So as of now it is looking similar to the attachment. And so i'm able to say count(distinct case when donation_id '1' then donation_id end) / sum(login hours)


    And when I get to building beastmodes for call outcomes, I think I'll be able to do

    count(distinct case when outcome_code is not null then outcome_id end)


    and then they can filter out outcome codes and leave the null in for the hours, i'm hoping


  • Jbrorby
    Jbrorby ⚪️

    Good morning


    So now I'm having an issue with one of my beastmodes that I cannot quite figure out, and looking at the data table (SS2) seems like it should be working.

    The issue comes into play when I add a series.

    The concept of the beastmode is taking the distinct count of HC_donor_call_outcomes.id and dividing it by the sum of HC_staff_user_logins.time_logged_in_hours

    This beastmode works just fine with no series (SS1). But when I add the series, HC_donor_call_outcome_codes.description, the chart goals blank. (SS3)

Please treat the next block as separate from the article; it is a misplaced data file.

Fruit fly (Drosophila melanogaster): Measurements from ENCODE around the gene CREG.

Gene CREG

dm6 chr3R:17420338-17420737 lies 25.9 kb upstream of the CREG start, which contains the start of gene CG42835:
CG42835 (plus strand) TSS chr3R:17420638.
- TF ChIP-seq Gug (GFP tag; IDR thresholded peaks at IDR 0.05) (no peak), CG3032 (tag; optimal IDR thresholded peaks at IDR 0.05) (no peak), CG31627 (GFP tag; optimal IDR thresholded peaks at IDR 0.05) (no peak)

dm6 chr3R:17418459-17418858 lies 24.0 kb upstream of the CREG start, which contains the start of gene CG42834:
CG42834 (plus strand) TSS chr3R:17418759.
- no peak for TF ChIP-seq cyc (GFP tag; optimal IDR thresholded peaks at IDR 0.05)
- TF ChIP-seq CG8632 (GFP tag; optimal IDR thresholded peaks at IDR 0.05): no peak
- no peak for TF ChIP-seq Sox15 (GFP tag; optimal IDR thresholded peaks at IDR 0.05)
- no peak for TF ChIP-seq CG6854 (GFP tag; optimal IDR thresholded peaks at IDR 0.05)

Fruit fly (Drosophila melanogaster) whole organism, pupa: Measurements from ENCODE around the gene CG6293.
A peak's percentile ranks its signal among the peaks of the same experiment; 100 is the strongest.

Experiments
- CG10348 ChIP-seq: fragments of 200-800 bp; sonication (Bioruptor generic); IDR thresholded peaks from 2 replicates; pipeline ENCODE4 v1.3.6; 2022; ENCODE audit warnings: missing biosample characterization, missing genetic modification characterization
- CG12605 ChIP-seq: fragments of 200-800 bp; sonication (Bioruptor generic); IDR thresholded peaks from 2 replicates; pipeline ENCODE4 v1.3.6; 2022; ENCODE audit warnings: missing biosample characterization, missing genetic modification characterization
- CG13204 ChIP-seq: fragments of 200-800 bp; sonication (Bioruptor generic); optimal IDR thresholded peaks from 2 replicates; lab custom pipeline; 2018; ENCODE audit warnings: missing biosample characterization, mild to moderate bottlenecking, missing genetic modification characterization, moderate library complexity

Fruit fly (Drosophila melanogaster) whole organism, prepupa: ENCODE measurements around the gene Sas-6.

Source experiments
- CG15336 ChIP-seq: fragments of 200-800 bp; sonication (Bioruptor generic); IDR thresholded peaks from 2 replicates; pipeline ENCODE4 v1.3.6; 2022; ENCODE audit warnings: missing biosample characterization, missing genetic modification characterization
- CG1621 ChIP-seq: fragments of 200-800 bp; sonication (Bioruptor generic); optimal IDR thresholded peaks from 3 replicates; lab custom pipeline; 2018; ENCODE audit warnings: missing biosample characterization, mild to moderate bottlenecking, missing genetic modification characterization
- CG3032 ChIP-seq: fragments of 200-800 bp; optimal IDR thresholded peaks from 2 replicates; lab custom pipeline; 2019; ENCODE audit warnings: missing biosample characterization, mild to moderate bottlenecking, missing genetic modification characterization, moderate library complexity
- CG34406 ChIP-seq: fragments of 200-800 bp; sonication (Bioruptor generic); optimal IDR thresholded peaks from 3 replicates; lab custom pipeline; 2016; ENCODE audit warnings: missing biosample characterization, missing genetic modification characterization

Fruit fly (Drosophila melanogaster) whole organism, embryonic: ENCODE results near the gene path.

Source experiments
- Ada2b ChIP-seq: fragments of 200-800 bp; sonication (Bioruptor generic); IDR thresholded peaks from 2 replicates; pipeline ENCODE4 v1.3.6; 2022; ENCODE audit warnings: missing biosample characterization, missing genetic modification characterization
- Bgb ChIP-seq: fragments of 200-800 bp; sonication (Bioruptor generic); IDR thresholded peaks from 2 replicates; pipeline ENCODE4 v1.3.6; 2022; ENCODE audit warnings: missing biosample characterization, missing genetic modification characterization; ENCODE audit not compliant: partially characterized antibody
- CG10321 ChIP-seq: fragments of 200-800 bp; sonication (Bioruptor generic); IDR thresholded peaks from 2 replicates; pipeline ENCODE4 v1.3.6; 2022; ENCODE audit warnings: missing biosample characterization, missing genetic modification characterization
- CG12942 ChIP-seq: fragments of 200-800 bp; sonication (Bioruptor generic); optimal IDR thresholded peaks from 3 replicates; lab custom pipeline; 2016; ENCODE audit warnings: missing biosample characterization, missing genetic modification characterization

HC_donor_call_outcome_codes.descrption is basically just a categorization of HC_donor_call_outcomes.id (the numerator), so they're linked together

    In SS2, you can see the furthest right column (what I'm trying to use for the series) is linked to the numberator (third column) and that all columns are linked to the date 1/4/2021 and staff user id 491.


    So I don't why it goes blank when I put the description column in the series

    beastmode:

    (COUNT(DISTINCT case when `HC_donor_call_outcome_codes.code` is not null

        then `HC_donor_call_outcomes.id` end))

     

        /

      ( SUM(`HC_staff_user_logins.time_logged_in_hours`))


      

  • jaeW_at_Onyx
    jaeW_at_Onyx Budapest / Portland, OR 🟤

    use a table card.

    separate your numerator and denominatorr into separate beast modes, then add the columns to your axis. I'm betting you don't have Description in the rows that constitute the Denominator, which drives your denominator to 0 and N/0 is undefined, which domo would represent as a null or blank.